The past two weeks have been both enlightening, and depressing -- despite my light-hearted reference to a quip by the incomparable Yogi Berra for my title. On the one hand, I have been re-reading the early history of the Church -- especially the theological and historical details of the first four ecumenical councils: Nicaea in 325, Constantinople in 381, Ephesus in 431, and Chalcedon in 451. I was struck by the fact that the term "ecumenical" (in the sense of combining bishops of both the eastern and western branches of the Church) was applied to these four only by a declaration read and adopted at the fifth ecumenical council, at Constantinople in 553.
And who declared those first four Councils to have been "ecumenical"? The Byzantine Emperor Justinian, that's who, with the cooperation of the bishops at Rome. The Western branch of the Church had accepted the decrees of the four councils as binding through Pope Hormisdas (514-523), but it was only after Pope Gregory the Great (590-604) compared them to the Four Gospels that their universal character was fully acknowledged in both the West as well as the East. (For political reasons, however, the Roman Church refused to accept the canons adopted at Constantinople in 381 until the Second Council of Lyons, in 1274.)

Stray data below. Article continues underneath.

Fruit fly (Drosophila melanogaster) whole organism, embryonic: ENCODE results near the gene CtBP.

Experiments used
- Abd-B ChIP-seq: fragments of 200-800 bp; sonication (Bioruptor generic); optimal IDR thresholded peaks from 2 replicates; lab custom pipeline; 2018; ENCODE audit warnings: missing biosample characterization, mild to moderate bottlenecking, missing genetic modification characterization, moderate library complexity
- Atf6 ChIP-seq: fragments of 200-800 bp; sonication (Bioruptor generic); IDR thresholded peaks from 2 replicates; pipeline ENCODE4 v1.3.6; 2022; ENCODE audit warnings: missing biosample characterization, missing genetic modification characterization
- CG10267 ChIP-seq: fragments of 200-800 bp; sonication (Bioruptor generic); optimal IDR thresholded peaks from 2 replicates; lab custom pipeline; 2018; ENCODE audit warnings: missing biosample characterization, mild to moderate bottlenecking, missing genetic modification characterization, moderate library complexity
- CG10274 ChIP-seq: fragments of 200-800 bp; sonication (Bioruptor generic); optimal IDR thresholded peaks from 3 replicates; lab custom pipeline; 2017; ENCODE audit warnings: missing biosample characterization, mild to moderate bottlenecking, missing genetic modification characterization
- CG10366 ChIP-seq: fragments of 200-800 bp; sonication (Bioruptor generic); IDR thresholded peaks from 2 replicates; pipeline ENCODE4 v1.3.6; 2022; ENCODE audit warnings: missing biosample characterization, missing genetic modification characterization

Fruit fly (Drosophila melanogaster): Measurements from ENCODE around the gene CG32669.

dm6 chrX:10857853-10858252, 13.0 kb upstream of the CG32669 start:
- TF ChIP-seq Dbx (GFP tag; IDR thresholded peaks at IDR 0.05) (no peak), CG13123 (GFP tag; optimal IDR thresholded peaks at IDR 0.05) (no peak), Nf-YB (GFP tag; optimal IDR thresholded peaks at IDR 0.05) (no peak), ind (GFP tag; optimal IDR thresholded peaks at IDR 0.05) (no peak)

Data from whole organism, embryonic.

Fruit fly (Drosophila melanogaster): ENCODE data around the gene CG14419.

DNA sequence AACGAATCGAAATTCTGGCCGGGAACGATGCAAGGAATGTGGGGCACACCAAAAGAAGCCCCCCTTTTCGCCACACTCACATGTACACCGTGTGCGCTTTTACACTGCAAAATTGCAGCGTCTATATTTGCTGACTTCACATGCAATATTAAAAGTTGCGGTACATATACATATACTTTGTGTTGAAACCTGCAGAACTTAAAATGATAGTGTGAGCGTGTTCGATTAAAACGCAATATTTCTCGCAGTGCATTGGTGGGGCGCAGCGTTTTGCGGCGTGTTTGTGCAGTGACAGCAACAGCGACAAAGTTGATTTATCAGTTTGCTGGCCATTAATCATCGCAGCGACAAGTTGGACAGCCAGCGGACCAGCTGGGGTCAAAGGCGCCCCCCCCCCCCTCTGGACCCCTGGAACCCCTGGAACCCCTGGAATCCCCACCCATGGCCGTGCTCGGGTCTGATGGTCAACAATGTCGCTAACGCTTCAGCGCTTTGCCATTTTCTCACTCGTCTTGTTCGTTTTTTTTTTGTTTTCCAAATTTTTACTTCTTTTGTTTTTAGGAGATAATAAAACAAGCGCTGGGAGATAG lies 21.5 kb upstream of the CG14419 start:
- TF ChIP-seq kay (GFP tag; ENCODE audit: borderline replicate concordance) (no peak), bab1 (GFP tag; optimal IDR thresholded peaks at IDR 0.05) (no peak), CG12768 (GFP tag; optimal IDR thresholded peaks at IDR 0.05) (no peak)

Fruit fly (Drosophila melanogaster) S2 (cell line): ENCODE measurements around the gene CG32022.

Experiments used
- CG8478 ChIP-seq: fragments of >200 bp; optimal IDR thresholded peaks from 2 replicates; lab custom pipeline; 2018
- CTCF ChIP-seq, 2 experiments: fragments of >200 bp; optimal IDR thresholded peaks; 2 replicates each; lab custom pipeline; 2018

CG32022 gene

So what business did the Emperor have deciding exactly which earlier councils of the Church deserved the term "ecumenical"? Ah, therein lies quite a tale, to which I shall return, in a moment. To read more, click here.
Saturday, August 20, 2011
"It's Déjà Vu All Over Again!"
Posted by Robin G. Jordan at 7:01 AM